is quoted as saying that the Dashnak version of socialism does
not preclude private ownership, but that caution is needed in
implementing economic reforms in war conditions. Oganesyan further
claimed that his party no longer demands the return of Nagorno-Karabakh
to Armenia, but supports a CSCE proposal to hold a referendum
in the case of disputed territory, the results of which would
be binding for the states concerned. -Liz Fuller

PEACEKEEPERS FROM KYRGYZSTAN ARRIVE IN TAJIKISTAN. The first
battalion of CIS peacekeeping forces has arrived in Tajikistan
from Kyrgyzstan in accord with an agreement concluded at the
January summit of CIS heads of state, ITAR-TASS reported on 3-March.
The peacekeepers from Kyrgyzstan are to be stationed on the Tajik-Afghan
border in the Ishkashim Raion of Gorno-Badakhshan, in recent
weeks the site of many clashes between CIS border troops and
persons attempting to cross into Tajikistan from Afghanistan.
Additional peacekeeping troops from Russia and Kazakhstan are
to arrive in Tajikistan in the near future to strengthen border
defenses in Khatlon Oblast. Border guard reinforcements from
Uzbekistan were reported to have arrived a few days earlier.
-Bess Brown

TAJIK COURT SENTENCES AFGHAN FOR BORDER VIOLATION. Tajikistan's
Supreme Court has sentenced a 27 year-old Afghan citizen to five
years incarceration in a strict-regime labor camp on a charge
of smuggling contraband and repeated illegal crossings of the
Tajik-Afghan border, ITAR-TASS reported on 3 March. The young
man was arrested while assisting a group of Tajiks to return
to Tajikistan with weapons acquired in Afghanistan. There have
been several reports of Afghans having been arrested in Tajikistan
on similar missions, but this has been the first well-publicized
trial of one of them. A number of Afghan citizens are reported
to be fighting alongside anti-government forces in Garm Raion,
an opposition stronghold east of Dushanbe. -Bess Brown

CENTRAL AND EASTERN EUROPE



CONDEMNATION OF SERBIAN "MASSACRE" IN BOSNIA. Major American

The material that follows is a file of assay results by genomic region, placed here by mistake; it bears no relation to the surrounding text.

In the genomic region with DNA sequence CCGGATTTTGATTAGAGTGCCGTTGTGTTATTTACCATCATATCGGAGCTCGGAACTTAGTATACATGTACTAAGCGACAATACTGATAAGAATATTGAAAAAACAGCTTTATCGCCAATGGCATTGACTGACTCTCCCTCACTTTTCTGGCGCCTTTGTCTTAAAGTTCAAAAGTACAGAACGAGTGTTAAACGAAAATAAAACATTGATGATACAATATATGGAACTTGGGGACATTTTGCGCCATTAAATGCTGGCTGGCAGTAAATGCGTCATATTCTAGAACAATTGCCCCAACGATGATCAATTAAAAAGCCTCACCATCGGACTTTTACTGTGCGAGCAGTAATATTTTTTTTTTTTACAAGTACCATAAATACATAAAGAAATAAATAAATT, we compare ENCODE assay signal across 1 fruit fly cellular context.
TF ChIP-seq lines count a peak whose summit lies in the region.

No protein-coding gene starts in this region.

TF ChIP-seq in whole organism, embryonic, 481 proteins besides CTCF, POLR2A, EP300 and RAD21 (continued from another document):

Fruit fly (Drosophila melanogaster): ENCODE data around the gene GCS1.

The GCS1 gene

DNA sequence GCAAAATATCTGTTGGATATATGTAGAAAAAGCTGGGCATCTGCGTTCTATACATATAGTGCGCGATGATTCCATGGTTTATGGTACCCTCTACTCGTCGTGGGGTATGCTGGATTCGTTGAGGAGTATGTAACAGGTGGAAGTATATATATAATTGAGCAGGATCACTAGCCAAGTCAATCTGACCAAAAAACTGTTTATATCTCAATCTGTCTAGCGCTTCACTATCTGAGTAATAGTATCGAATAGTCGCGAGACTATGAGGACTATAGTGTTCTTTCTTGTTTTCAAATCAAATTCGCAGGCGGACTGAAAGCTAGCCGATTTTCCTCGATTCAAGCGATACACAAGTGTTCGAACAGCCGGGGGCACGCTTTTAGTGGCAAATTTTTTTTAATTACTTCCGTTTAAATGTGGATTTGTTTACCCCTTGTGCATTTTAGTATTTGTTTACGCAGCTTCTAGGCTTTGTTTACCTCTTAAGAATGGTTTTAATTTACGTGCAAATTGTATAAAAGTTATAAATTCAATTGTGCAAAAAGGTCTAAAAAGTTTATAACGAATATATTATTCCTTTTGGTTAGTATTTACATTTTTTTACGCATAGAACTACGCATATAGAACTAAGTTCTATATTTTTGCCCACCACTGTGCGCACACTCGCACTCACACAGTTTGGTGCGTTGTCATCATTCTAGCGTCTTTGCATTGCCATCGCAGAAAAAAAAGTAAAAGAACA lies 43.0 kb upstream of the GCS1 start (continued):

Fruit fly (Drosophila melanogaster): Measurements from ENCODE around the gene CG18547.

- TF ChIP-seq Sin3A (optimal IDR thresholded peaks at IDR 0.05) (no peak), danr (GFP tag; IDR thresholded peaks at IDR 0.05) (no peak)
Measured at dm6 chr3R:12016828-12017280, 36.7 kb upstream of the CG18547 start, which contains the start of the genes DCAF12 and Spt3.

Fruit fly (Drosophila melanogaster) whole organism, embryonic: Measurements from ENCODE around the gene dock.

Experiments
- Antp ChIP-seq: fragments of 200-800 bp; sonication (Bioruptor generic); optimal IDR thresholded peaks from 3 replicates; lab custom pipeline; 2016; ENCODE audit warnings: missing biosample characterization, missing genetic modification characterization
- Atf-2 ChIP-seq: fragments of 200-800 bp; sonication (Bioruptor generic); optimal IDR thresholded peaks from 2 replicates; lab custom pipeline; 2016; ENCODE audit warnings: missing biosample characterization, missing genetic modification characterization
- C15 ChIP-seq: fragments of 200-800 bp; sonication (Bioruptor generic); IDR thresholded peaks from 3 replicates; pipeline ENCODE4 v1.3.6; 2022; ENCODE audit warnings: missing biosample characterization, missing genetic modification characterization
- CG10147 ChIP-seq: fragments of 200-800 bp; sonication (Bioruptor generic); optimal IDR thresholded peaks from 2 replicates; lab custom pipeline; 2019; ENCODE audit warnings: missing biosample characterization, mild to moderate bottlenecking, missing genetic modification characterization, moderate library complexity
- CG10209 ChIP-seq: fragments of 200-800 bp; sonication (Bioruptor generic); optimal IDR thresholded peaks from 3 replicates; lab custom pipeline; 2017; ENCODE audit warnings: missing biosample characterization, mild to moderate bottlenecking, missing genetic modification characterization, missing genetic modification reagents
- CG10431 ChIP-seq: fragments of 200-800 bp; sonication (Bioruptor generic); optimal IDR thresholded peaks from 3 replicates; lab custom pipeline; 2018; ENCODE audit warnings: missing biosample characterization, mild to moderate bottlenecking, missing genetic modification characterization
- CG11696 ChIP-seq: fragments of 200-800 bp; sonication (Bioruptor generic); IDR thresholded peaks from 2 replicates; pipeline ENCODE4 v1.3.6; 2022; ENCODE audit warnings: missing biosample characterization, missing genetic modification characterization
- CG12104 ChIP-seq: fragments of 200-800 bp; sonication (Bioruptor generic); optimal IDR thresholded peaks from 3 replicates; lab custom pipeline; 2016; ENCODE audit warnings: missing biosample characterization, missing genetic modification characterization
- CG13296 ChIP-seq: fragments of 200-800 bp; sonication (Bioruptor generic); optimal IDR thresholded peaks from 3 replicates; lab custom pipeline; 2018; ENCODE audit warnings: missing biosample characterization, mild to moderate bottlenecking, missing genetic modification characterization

dailies on 4 March report that Serbian paramilitary units continued
an intense campaign of ethnic cleansing near Cerska in eastern
Bosnia the previous day. Thousands of refugees are already on
the roads, and others are "fighting for their lives." The UN
Security Council passed a unanimous resolution condemning the
Serbs' behavior and calling on leaders of all three Bosnian factions
to reach a negotiated settlement in the current New York negotiations.
Both chief UN negotiator Cyrus Vance and UN High Commissioner
for Refugees Sadako Ogata called the Serbs' treatment of Muslims
a "massacre." Bosnia's UN ambassador Muhamed Sacirbey told the
Los Angeles Times that asking the Bosnians to accept some of
the responsibility for the problem would be like asking "a battered
woman [to be] accused of complicity in her own rape." Meanwhile
at the New York talks, Bosnian president Alija Izetbegovic agreed
to the terms for a cease-fire once the Bosnians had received
assurances that UN troops would take control of Serb heavy weapons.
Serbs and Bosnians still have not agreed to the UN plan for the
division of Bosnia into 10 autonomous regions. -Patrick Moore


US AIRDROPS TO BOSNIA CONTINUE. The Washington Post reports on
4 March that the Clinton administration the previous day criticized
Serbian attacks on Muslim areas and made clear that US relief
shipments will continue by air. To date there have been four
airdrops in as many days, and Secretary of State Warren Christopher
said that they "will be continuing in light of overnight events.
We've had disturbing reports today of continuing fighting in
eastern Bosnia, refugees streaming down the roads." President
Bill Clinton noted: "we're continuing the airdrop plan. This
phase of it is going forward just as planned." The paper also
quotes an unnamed senior military officer as saying that "the
Serbs are redoubling their effort" at blocking overland relief
work. -Patrick Moore

SERBS THREATEN NEW DANUBE BLOCKADE. The Serbian maritime trade
union is threatening to block the Danube again, beginning 10
March. The union said it has lifted the blockade to allow time
for negotiations with the Romanian authorities on free navigation
on the Danube. On 3 March Radio Bucharest quoted a spokesman
for the union, who said a renewed blockade would last "until
the question has been settled." -Michael Shafir

MACEDONIAN CHIEF OF GENERAL STAFF FIRED. Gen. Mitre Arsovski
was removed on 3 March and replaced by Adm. Dragoljub Botsinov,
head of the Macedonian Military Academy, MILS reports. Arsovski
was fired in a disagreement with the government of the Republic
of Macedonia over control of military and security forces. The